The Ramsay Way 2019 | 04 5
North Shore Private Hospital phases out single
use plastic straws
Hundreds of plastic straws have been replaced with the paper equivalent at North Shore Private Hospital,
as part of a push to become more environmentally friendly.
Previously, the hospital had provided approximately
750 plastic straws per day to patients during meal times.
Health, Safety and Environment Manager, Samantha Grant,
said: “The straws are now distributed to patients on an as-needed
basis, which is working really well and also saving
a lot of waste.”
Plastic sandwich cases provided to patients, staff and visitors
have also been replaced by paper or biodegradable material,
which stops at least 200 plastic cases from going to landfill
The hospital has also reduced its use of plastic bottles.
The installation of a filtered water tap in the education room
saves the use of up to 60 bottles each conference.
“The changes have really come from the staff’s interest in
becoming more sustainable,” Mrs Grant said.
Other changes made by the hospital include a 75 per cent
increase in the use of silver cutlery, substituting plastic
spoons for wooden stirrers, and eliminating tray mats from
patient meal trays.
Nowra Private’s war
on waste helps the
Food products which have not been used at Nowra
Private Hospital are being donated to the local
homeless hub to help those doing it tough in
Around 12 kilograms of returned portion-controlled food,
which would normally go to waste, is being taken to the
Nowra Homeless Hub each week to feed the community.
The items include 150mL milk bottles, cereals, spreads,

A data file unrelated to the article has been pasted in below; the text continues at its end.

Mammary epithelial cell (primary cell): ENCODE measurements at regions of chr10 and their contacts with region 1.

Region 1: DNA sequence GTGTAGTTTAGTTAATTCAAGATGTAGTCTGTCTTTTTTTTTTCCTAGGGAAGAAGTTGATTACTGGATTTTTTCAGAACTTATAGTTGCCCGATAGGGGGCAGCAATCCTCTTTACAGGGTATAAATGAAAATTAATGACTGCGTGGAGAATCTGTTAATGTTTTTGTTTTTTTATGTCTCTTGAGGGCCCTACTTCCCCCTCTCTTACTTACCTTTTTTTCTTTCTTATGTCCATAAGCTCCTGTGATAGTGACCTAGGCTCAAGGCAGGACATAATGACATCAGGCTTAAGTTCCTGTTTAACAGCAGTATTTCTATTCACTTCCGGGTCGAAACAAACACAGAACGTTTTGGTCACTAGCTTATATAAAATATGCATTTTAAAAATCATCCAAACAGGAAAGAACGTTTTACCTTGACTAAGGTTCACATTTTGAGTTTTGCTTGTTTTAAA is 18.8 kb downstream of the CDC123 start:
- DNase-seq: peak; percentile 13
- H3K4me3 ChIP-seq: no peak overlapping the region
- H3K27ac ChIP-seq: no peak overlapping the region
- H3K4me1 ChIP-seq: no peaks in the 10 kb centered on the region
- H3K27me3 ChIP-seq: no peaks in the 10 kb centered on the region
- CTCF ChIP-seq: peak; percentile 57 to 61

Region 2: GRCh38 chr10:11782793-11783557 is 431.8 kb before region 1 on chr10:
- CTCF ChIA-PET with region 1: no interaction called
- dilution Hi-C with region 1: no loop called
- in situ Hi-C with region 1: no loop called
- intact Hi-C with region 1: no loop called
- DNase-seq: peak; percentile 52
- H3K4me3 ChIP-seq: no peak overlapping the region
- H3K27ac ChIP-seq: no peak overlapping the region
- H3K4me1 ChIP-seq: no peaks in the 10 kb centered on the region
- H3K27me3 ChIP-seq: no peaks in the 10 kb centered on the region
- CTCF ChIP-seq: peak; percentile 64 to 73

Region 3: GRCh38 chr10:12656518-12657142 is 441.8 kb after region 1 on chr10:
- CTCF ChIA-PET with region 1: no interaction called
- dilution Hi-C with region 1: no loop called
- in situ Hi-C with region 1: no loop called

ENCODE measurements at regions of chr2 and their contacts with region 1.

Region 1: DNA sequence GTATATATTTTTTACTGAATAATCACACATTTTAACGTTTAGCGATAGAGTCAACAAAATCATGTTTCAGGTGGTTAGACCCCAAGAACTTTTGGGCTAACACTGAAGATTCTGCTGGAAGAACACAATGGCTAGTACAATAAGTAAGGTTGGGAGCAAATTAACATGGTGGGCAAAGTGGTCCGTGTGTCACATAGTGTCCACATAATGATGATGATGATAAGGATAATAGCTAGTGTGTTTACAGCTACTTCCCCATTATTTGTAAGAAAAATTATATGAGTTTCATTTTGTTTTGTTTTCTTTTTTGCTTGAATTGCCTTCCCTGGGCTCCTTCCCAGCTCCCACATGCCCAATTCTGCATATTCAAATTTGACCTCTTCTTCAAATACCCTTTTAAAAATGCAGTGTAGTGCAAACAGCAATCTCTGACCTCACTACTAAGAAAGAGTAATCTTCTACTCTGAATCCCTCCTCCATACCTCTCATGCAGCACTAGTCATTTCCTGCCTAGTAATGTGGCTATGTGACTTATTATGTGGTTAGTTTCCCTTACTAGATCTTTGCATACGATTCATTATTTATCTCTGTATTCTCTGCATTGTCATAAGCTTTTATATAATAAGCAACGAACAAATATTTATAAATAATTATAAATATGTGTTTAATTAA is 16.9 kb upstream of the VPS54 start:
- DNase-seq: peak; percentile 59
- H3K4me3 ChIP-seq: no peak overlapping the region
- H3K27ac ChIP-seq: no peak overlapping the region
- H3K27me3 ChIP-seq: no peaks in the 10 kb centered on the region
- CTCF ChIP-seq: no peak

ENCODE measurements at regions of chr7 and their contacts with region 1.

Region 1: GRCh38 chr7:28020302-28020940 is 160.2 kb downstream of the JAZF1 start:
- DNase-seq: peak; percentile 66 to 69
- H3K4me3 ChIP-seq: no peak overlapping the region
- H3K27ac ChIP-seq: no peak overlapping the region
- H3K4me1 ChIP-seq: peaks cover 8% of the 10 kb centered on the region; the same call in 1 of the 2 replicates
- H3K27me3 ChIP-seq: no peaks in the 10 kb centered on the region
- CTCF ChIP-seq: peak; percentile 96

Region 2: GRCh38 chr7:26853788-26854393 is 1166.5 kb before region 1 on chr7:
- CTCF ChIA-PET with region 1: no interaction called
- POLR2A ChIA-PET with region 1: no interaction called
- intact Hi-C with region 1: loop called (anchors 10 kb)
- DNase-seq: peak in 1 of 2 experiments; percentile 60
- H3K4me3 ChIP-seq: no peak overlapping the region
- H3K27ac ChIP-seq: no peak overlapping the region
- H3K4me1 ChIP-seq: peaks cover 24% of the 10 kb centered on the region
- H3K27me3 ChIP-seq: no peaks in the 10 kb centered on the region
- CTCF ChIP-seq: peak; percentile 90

juices, fruit compotes and jellies.
Staff from the hospital are also saving plastic water bottles
for St Vincent de Paul’s Container Deposit Scheme, which has
raised $1,034 for the charity since January and saved more
than 10,000 bottles from going to landfill.
Hotel services manager, Adam Godfrey, said: “In the future
we would like to recycle all soft plastics, bread bags, frozen
vegetable bags and juice cups.”
Cairns Private Hospital supports initiative to turn
bottle tops into prosthetic hands for children
Staff at Cairns Private Hospital are donating hundreds of plastic bottles tops each week to be converted into
prosthetic aids for children in need.
3D printers are used to turn the recycled plastic into
prosthetic hands, as part of a not-for-profit “Envision Hands”
environmental and humanitarian initiative.
Registered nurse, Michelle Thompson, said: “When I read
what they did it was such an overwhelming sense of joy.
It is minimal to no effort to achieve something that is going
to change a child’s life.”
Mrs Thompson initially emailed a request to her colleagues
to collect the lids to help her son’s school; by the end of the
first week she had received more than 1000 lids.
Each unit at Cairns Private Hospital now has its own
collection bin and Michelle has started donating directly
to the charity.
“At the end of each week, I take the collections home and
sort through them and give the staff feedback. It has been
getting bigger and bigger every week,” Mrs Thompson said.
The plastic tops are almost entirely made from high density
poly-ethylene, which can be used to create functioning filler
for 3D printers.
The filler is used to print all components that make up
prosthetic hands, which are then distributed to children
“It takes 370
lids to create
and, so far,
The charity is fitting the prosthetic hands for free, for
children from a couple of years old, right up to teenagers.
So far, the prosthetics have been distributed to children in
Australia and India.
Cairns Private Hospital, CEO Ben Tooth, said: “I am
extremely proud of the way the staff have come together
to support this initiative and it has been a testament to the
positive culture and teamwork that I see on a daily basis.”
Staff at Cairns Private Hospital plan to collect the bottle